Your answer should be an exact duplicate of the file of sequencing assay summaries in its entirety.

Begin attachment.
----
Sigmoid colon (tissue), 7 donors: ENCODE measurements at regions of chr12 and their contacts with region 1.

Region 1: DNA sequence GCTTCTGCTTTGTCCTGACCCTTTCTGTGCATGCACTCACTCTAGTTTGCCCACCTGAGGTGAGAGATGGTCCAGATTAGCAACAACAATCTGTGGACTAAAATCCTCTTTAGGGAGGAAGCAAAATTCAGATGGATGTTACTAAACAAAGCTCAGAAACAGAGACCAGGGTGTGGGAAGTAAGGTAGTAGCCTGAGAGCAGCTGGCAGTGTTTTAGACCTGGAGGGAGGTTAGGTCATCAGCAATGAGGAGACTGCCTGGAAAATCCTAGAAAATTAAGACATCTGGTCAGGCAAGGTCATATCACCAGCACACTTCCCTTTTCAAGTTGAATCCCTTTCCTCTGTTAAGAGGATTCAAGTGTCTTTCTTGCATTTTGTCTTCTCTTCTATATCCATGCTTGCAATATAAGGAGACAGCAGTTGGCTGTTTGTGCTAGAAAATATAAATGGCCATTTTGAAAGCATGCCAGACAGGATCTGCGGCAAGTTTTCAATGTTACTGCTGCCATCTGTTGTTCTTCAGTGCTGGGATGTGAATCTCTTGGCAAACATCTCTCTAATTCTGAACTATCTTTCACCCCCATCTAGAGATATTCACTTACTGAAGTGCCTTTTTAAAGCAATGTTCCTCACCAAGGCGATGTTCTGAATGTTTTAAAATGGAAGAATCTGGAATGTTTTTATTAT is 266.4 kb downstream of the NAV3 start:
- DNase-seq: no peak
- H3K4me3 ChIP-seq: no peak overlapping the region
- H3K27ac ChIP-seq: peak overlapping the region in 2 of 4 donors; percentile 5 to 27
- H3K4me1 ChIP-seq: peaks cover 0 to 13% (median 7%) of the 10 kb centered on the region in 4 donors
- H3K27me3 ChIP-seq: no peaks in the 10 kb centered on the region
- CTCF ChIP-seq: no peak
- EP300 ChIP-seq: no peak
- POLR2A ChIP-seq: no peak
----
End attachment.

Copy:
Sigmoid colon (tissue), 7 donors: ENCODE measurements at regions of chr12 and their contacts with region 1.

Region 1: DNA sequence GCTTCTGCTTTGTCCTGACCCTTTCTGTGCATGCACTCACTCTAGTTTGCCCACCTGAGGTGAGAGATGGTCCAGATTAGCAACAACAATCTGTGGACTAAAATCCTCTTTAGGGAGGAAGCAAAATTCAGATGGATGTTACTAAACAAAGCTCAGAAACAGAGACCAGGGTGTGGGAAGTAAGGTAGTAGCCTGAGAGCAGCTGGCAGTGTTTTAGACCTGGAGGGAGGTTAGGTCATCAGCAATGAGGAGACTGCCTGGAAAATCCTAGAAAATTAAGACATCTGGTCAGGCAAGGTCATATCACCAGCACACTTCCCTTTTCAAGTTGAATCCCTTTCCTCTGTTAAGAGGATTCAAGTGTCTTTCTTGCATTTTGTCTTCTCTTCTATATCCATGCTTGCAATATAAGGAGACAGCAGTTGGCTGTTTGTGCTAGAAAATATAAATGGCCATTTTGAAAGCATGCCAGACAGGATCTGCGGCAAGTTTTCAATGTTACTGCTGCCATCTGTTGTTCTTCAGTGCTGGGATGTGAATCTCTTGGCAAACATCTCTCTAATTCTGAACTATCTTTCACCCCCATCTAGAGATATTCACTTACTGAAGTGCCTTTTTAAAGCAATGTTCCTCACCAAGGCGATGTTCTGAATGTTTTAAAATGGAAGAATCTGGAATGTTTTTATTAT is 266.4 kb downstream of the NAV3 start:
- DNase-seq: no peak
- H3K4me3 ChIP-seq: no peak overlapping the region
- H3K27ac ChIP-seq: peak overlapping the region in 2 of 4 donors; percentile 5 to 27
- H3K4me1 ChIP-seq: peaks cover 0 to 13% (median 7%) of the 10 kb centered on the region in 4 donors
- H3K27me3 ChIP-seq: no peaks in the 10 kb centered on the region
- CTCF ChIP-seq: no peak
- EP300 ChIP-seq: no peak
- POLR2A ChIP-seq: no peak